numpy.linalg.eigvals¶

numpy.linalg.
eigvals
(a)[source]¶ Compute the eigenvalues of a general matrix.
Main difference between
eigvals
andeig
: the eigenvectors aren’t returned. Parameters
 a(…, M, M) array_like
A complex or realvalued matrix whose eigenvalues will be computed.
 Returns
 w(…, M,) ndarray
The eigenvalues, each repeated according to its multiplicity. They are not necessarily ordered, nor are they necessarily real for real matrices.
 Raises
 LinAlgError
If the eigenvalue computation does not converge.
See also
eig
eigenvalues and right eigenvectors of general arrays
eigvalsh
eigenvalues of real symmetric or complex Hermitian (conjugate symmetric) arrays.
eigh
eigenvalues and eigenvectors of real symmetric or complex Hermitian (conjugate symmetric) arrays.
scipy.linalg.eigvals
Similar function in SciPy.
Notes
New in version 1.8.0.
Broadcasting rules apply, see the
numpy.linalg
documentation for details.This is implemented using the
_geev
LAPACK routines which compute the eigenvalues and eigenvectors of general square arrays.Examples
Illustration, using the fact that the eigenvalues of a diagonal matrix are its diagonal elements, that multiplying a matrix on the left by an orthogonal matrix, Q, and on the right by Q.T (the transpose of Q), preserves the eigenvalues of the “middle” matrix. In other words, if Q is orthogonal, then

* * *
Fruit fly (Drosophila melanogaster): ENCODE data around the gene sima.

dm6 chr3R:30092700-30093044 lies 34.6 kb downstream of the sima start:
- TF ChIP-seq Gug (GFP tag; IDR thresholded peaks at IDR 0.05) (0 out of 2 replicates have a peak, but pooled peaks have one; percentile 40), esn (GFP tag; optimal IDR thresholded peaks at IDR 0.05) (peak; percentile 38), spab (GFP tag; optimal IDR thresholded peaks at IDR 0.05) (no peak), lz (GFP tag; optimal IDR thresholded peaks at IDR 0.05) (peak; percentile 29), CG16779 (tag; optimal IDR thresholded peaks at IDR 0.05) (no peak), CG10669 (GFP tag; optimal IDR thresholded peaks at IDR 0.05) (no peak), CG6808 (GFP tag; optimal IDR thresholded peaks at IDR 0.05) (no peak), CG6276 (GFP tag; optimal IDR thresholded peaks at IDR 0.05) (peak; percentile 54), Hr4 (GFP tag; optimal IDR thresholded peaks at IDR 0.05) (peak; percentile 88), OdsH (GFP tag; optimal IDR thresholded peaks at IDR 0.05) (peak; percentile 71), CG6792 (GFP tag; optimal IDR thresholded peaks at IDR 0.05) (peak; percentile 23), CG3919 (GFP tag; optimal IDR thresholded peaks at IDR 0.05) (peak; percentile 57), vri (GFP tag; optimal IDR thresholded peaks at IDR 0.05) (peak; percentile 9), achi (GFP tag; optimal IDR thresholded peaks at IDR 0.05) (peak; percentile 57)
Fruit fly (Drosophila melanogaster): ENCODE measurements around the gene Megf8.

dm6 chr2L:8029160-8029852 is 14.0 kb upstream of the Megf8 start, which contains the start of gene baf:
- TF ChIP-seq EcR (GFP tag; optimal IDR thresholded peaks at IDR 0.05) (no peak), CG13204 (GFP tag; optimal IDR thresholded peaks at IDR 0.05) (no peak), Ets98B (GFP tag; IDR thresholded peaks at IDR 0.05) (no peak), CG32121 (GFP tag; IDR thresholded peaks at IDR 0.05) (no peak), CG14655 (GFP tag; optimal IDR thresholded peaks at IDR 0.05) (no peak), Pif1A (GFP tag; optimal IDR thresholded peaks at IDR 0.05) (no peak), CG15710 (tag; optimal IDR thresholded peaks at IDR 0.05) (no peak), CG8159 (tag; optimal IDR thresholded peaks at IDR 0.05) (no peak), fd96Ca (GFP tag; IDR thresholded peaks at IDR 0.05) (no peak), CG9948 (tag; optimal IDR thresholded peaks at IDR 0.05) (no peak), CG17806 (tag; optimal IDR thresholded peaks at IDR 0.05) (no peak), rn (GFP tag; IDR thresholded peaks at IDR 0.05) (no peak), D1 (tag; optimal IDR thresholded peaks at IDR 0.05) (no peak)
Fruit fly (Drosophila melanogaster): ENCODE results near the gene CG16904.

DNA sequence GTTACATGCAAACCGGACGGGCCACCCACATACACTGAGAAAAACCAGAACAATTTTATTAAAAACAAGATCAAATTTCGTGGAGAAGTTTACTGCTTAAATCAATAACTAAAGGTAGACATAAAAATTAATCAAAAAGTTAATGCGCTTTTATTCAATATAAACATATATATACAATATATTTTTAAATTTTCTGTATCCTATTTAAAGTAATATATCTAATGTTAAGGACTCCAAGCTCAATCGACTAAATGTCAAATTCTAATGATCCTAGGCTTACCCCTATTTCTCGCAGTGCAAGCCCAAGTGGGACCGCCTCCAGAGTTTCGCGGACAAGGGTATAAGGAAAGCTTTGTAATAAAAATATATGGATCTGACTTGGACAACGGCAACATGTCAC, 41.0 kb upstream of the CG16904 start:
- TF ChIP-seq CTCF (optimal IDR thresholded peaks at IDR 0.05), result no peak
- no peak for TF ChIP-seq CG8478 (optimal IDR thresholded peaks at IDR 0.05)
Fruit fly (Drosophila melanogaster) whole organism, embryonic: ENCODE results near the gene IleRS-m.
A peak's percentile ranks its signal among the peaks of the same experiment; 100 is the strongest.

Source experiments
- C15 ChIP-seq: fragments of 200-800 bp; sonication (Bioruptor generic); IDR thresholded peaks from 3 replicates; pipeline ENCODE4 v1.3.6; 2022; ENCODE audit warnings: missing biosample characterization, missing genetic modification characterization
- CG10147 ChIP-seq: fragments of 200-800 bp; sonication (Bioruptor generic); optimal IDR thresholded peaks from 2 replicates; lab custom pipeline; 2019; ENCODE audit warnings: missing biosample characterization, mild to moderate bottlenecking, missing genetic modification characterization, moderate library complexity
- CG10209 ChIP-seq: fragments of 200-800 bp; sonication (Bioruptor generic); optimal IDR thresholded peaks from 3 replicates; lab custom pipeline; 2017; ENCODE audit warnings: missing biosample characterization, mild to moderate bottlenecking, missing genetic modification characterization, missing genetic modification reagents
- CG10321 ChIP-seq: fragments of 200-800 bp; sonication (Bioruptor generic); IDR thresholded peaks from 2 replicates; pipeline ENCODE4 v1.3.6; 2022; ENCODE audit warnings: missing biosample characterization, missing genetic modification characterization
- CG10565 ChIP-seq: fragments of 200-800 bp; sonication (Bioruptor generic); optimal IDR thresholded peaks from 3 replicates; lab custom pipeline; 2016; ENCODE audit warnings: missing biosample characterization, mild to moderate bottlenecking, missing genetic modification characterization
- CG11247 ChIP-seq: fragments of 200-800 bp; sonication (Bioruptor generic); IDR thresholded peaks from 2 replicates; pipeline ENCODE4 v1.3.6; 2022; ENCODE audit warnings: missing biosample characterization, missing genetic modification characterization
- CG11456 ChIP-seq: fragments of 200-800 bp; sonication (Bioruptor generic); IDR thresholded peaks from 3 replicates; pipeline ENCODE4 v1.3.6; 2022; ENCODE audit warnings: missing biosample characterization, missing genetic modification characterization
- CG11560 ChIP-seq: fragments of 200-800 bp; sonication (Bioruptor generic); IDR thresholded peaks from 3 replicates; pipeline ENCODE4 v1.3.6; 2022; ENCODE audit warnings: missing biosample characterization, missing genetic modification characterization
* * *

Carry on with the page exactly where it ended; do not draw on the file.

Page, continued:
Q * A * Q.T
has the same eigenvalues asA
:>>> from numpy import linalg as LA >>> x = np.random.random() >>> Q = np.array([[np.cos(x), np.sin(x)], [np.sin(x), np.cos(x)]]) >>> LA.norm(Q[0, :]), LA.norm(Q[1, :]), np.dot(Q[0, :],Q[1, :]) (1.0, 1.0, 0.0)
Now multiply a diagonal matrix by
Q
on one side and byQ.T
on the other:>>> D = np.diag((1,1)) >>> LA.eigvals(D) array([1., 1.]) >>> A = np.dot(Q, D) >>> A = np.dot(A, Q.T) >>> LA.eigvals(A) array([ 1., 1.]) # random